In the case of Ms. Roberts, it’s about using her interest to find a career path.

“In the beginning, he identified what he wanted to do,” McIntyre said.

“He has a passion for working around water. He is now doing a maritime course so we set goals, we approach the company so he can get the job he wants to do.”

From being unemployed and lacking motivation, Ms. Roberts now has a career path and high aspirations.

A young woman stands before a water body and a Navy ship.
Tarrenga Roberts has ambitions to be the captain or captain of the ship.(ABC News: Jenya Goloubeva)

“I like water, I enjoy being on water on a boat, it makes me feel happy,” he said.

“I want to be a captain, captain on a ship, maybe a naval ship.”

SYC chief executive Paul Edginton said the program was a success, with young people who were involved twice as likely to get jobs.

Corona virus prospect

He said employment programs targeting young people were more important than ever, with a coronavirus pandemic placing more risk on long-term unemployment.

“They are disadvantaged because they are young and now they are facing competition from experienced adults who have lost their jobs in other sectors,” he said.

“Young people who do not enter the workforce within two years lose confidence. They also begin to lose skills, they start to lag and their lifetime income is affected.”

Edginton believes that the government’s stimulus package has little impact on youth unemployment rates after the global financial crisis (GFC), and is unlikely to be successful at this time.

A bespectacled man
SYC CEO Paul Edginton said young people who undergo training programs are twice as likely to get jobs.(ABC News: Michael Clements)

“But unemployment in general tends to decline until 2019, unemployment for young people and adolescents remains at the level of the GFC and remains there.”

Edginton said one solution was for targets to be built into government contracts on the recruitment of young people.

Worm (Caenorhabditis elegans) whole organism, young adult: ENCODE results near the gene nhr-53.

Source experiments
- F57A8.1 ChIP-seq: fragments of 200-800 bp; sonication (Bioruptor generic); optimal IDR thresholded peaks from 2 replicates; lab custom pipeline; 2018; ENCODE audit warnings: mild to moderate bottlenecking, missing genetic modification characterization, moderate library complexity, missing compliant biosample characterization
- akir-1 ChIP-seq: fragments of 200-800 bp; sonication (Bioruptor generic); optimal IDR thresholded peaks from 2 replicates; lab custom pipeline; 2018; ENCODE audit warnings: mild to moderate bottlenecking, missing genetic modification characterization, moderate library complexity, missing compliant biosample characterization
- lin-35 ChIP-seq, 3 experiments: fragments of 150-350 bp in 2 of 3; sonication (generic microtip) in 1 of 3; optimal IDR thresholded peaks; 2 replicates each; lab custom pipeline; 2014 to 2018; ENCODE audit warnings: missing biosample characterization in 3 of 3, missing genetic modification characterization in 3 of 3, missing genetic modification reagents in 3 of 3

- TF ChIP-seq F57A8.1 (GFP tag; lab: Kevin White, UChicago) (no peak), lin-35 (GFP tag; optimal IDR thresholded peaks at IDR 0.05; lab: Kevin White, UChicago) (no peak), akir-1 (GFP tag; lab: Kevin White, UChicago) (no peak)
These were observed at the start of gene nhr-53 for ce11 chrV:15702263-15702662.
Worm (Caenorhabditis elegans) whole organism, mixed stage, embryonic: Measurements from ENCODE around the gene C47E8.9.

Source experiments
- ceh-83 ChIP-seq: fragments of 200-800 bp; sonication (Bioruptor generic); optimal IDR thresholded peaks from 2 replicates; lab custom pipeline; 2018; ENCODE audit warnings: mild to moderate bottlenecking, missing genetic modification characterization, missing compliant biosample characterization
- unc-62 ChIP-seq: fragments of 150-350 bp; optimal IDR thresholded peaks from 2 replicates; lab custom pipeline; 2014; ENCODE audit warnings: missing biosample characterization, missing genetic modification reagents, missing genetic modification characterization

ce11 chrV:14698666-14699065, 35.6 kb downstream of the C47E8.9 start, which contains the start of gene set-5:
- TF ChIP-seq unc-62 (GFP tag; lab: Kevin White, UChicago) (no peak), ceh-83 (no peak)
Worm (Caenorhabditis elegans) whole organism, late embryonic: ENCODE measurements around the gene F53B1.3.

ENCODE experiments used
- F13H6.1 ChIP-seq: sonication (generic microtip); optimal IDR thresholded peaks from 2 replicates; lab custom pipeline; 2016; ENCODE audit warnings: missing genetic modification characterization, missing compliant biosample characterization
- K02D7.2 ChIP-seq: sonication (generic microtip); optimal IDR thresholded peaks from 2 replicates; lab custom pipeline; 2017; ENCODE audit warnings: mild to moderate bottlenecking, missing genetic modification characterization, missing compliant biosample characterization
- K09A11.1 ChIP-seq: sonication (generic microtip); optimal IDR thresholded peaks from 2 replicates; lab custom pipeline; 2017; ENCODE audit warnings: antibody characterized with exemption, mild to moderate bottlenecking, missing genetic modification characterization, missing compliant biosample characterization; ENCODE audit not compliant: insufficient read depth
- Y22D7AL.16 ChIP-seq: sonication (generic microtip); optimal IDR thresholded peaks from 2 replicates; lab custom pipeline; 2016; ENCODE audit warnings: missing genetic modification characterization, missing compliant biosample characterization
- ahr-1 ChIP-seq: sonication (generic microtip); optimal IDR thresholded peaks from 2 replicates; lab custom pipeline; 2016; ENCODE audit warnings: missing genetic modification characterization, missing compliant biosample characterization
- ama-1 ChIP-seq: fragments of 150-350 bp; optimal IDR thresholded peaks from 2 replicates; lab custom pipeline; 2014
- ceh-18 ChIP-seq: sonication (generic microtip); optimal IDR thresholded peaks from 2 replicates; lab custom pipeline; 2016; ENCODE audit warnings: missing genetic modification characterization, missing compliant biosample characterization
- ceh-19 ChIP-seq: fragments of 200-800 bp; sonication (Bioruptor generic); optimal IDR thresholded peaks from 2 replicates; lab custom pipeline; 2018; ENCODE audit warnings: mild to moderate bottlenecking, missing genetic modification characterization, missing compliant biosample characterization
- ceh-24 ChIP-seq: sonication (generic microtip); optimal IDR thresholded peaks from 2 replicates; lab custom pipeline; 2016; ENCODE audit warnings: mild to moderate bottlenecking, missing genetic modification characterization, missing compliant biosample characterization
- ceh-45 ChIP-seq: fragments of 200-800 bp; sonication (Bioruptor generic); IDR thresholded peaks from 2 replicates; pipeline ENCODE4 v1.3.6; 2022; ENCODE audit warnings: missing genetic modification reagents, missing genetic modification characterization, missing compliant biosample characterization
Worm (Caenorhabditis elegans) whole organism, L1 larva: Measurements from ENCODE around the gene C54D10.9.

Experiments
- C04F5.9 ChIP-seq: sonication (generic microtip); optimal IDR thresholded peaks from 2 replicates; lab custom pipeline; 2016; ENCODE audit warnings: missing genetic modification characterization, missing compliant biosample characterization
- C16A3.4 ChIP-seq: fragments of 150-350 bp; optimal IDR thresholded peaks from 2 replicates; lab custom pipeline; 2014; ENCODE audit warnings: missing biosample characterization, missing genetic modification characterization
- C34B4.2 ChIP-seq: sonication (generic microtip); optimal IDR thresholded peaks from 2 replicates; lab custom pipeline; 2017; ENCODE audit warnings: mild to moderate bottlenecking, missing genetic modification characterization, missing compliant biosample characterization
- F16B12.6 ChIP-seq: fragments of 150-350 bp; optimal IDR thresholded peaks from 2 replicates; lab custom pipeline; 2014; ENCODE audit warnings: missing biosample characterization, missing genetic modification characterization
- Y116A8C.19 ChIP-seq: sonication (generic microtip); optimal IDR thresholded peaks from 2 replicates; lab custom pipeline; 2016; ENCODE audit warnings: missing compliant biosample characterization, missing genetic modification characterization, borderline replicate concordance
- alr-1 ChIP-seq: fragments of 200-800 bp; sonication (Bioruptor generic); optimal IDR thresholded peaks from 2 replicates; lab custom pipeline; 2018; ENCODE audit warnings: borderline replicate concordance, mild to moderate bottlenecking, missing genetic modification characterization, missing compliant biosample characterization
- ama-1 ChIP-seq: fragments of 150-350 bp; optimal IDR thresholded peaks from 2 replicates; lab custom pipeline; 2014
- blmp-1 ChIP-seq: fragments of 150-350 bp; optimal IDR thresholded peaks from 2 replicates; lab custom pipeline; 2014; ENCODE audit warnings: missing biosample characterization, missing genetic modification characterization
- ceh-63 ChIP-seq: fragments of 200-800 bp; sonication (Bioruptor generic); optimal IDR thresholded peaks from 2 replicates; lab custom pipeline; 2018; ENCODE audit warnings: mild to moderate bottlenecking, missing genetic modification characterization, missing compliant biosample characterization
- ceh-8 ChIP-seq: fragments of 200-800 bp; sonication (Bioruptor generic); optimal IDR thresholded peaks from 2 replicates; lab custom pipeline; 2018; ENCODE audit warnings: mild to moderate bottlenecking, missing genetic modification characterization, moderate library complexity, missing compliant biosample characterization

However, he called for a bolder approach, which integrates work and paid study.

“In Australia, we don’t have a culture of thinking big about the aspirations of young people. We have a kind of Australian approach to kicking them in the homeless and making them work,” he said.

Industry has a part to play

Clive Allwright is a hairdresser and company founder who helps salons find staff.

He believes the industry has a role in involving young people in work.

“Our industry, like many industries, is struggling to find young adults to trade,” he said.

“This is a constantly changing world, and we need to work with a fresh new eye on ancient problems. The young people out there are amazing.”

Mr Allwright has helped people find work through the SYC “stay together” program and said more businesses must consider new ways to engage young people.

“They appeared and they were clearly very nervous, like most people,” he said.

“At the end of the course, they are only beaming with confidence and enthusiasm and that is really motivating and this is an amazing journey to watch.”


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275 people serving in the CAPWN food distribution | Local News | Instant News

A line of cars drove to 10th Street from Twin City Drive on Friday morning as people waited for food distributed by volunteers and staff at the Community Action Partnership of West Nebraska (CAPWN) for the second week of the Farmers to Families food box program.